Michelle Heyman hits four as Matildas thrash Uzbekistan 10-0 to reach Paris Olympics

<span>Michelle Heyman scored four goals, including a 15-minute hat-trick in the Matildas’ convincing win over Uzbekistan in Olympic qualifying.</span><span>Photograph: Robert Cianflone/Getty Images</span>
Michelle Heyman scored four goals, including a 15-minute hat-trick in the Matildas’ convincing win over Uzbekistan in Olympic qualifying.Photograph: Robert Cianflone/Getty Images

How total was the Matildas’ dominance of Uzbekistan in the second leg of their Olympic qualifier, a 10-0 victory that saw them cruise to a 13-0 aggregate win and punch their tickets to Paris 2024? As his players stayed limber in the 31st minute, already up 5-0, there was a legitimate question as to whether coach Tony Gustavsson would make a series of changes before the first half concluded in an act of load management.

Wednesday’s game shaped as something of a procession for the hosts after a 3-0 aggregate lead had been established from the first leg in Tashkent four days ago. With that in mind, there was a party atmosphere before kick-off and the Matildas, who have transcended the traditional bounds of sport to become a cultural touchstone, were allowed an opportunity to celebrate another moment with a 12th consecutive home sellout crowd, including the great Cathy Freeman in the stands.

Related: Matildas 10-0 Uzbekistan: Paris Olympics qualifier, second leg – as it happened

Gustavsson had said his side would play their part in the occasion by rectifying the lack of clinical finishing that dogged the opening 73 minutes of last Saturday’s first leg. Attack was to be the name of the game, the Swede declared, and it took all of 34 seconds for the Uzbek defence to be breached: Dilrabo Asadova getting a taste of the torrent to come when she inadvertently redirected a Kaitlyn Torpey cutback back into her own net.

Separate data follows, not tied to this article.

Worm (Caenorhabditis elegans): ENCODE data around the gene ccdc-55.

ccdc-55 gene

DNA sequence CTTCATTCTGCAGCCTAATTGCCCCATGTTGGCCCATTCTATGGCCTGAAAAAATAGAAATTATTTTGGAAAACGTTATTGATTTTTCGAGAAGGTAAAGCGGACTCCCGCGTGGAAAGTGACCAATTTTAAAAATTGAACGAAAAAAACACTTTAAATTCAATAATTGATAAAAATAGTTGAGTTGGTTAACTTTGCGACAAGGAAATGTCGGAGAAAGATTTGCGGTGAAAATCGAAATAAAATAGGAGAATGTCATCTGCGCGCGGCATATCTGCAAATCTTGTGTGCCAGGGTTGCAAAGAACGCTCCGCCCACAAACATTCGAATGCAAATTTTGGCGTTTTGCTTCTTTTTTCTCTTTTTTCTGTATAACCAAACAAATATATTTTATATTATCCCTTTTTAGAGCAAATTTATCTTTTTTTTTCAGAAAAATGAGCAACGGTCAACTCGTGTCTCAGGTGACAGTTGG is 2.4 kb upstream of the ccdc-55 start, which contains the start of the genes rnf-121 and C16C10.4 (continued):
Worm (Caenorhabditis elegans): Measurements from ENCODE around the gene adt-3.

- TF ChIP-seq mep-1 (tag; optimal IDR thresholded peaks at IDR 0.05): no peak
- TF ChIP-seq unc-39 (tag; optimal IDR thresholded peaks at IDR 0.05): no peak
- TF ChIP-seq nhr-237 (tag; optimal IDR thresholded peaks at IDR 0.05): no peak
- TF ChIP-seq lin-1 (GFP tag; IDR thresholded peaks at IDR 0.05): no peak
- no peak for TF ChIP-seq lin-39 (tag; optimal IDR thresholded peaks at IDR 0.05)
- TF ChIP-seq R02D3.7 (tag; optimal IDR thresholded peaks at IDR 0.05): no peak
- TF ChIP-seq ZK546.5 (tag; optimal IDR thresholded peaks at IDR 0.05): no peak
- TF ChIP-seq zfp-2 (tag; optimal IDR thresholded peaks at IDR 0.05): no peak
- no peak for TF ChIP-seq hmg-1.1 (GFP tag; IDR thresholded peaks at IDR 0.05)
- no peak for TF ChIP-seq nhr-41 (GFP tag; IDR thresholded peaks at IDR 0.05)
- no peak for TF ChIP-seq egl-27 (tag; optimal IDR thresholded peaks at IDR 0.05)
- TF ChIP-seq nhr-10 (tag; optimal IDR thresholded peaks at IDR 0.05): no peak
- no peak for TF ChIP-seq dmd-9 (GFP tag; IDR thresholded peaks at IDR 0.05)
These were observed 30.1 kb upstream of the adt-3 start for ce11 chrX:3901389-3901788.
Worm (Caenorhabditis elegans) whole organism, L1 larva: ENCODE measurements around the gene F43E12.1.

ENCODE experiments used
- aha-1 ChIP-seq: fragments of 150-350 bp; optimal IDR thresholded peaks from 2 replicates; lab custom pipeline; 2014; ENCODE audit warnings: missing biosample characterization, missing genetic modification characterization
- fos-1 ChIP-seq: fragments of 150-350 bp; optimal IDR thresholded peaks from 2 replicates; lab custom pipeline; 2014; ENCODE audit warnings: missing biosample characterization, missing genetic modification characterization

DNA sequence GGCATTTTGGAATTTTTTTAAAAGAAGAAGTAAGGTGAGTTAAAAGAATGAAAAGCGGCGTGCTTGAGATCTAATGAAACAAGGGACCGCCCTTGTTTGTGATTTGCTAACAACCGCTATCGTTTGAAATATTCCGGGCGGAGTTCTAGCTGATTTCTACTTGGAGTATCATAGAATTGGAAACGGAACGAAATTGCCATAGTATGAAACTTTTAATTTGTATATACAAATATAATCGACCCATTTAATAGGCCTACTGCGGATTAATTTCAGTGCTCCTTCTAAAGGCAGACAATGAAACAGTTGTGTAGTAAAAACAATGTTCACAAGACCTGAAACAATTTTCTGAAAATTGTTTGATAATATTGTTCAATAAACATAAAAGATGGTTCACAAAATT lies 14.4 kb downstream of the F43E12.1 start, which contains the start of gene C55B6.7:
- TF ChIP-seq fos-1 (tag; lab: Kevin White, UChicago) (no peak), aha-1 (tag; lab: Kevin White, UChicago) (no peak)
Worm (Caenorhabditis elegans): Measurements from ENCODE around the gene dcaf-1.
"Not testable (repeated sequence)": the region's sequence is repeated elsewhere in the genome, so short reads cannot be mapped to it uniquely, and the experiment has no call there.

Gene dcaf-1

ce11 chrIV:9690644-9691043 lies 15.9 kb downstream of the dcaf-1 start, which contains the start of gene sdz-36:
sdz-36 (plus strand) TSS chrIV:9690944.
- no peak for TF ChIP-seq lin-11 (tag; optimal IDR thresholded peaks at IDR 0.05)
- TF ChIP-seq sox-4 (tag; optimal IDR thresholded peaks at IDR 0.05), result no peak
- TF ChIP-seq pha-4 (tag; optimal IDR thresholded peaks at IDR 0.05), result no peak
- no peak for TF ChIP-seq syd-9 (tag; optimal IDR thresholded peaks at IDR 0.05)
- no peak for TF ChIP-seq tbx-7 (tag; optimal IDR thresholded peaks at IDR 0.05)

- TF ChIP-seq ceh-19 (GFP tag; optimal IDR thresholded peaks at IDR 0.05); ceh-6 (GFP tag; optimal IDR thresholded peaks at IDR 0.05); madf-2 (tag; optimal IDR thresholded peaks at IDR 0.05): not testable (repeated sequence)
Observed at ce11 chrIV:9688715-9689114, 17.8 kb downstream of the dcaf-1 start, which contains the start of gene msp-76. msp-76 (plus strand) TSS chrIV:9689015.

“You could sense the focus in the group when the game started today,” said Gustavsson. “They were on a mission.”

Michelle Heyman had been the one responsible for forcing the turnover of possession that led to the opener and, it’s safe to say, she was far from done. It was a perfect start for a player making her first start in green and gold since the 2018 Algarve Cup – a handy 2,183 days.

Captured by television cameras with an irrepressible beam on her face just before kick-off, she then marked her return with an 11-minute hat-trick in the exchanges that followed – pouncing on Torpey’s quick move to direct a Mary Fowler delivery back across the face of goal in the fourth minute, reacting and steering home a Steph Catley cross that beat the head of Caitlin Foord in the eighth, and beating her defender to a low Fowler ball in the 16th.

Brought into the squad to provide a pure No 9 in the wake of Sam Kerr’s ACL injury, Heyman’s first-half display showed all the instincts of an international striker. None of her goals were of a highlight standard, but all called upon quick reactions, smart positioning and a nose for goal that, for the most part, cannot be taught. And with the team’s ticket to Paris now punched, the 35-year-old did everything possible to advance her own individual case. A fourth goal with her last involvement of the game came in first-half stoppage time, again reacting to a cutback from Torpey, putting an exclamation mark on things.

“The job description for me as a forward is to just get in the box and score goals,” said Heyman. “And that’s all I wanted to do was get out there and try and be in the best position every single time that ball got crossed in to make sure I was there to finish.”

Perhaps the only problem for Heyman, as well as Torpey – who scored a goal of her own in the 22nd minute to go with two assists – is that the gulf in talent between the two nations could potentially limit Gustavsson’s takeaways from the game. With Fowler, Hayley Raso and Amy Sayer also scoring, just how much carryover will this performance have against the likes of Japan or Spain? What can you learn from such a thrashing? Then again, Gustavsson opted to add Emily van Egmond, Tameka Yallop, and Raso at half-time alongside Sayer – as opposed to giving a run to younger or more inexperienced players – suggesting he had put some value in the game.

“If you look at Heyman’s finishing here, that is not just because the opposition is what it is,” said Gustavsson. “That’s because she is such a good finisher.”

Ultimately, Wednesday at least assured that Heyman and Torpey will have more international windows to press their case, starting in April against Mexico. And now, officially, they can target Paris.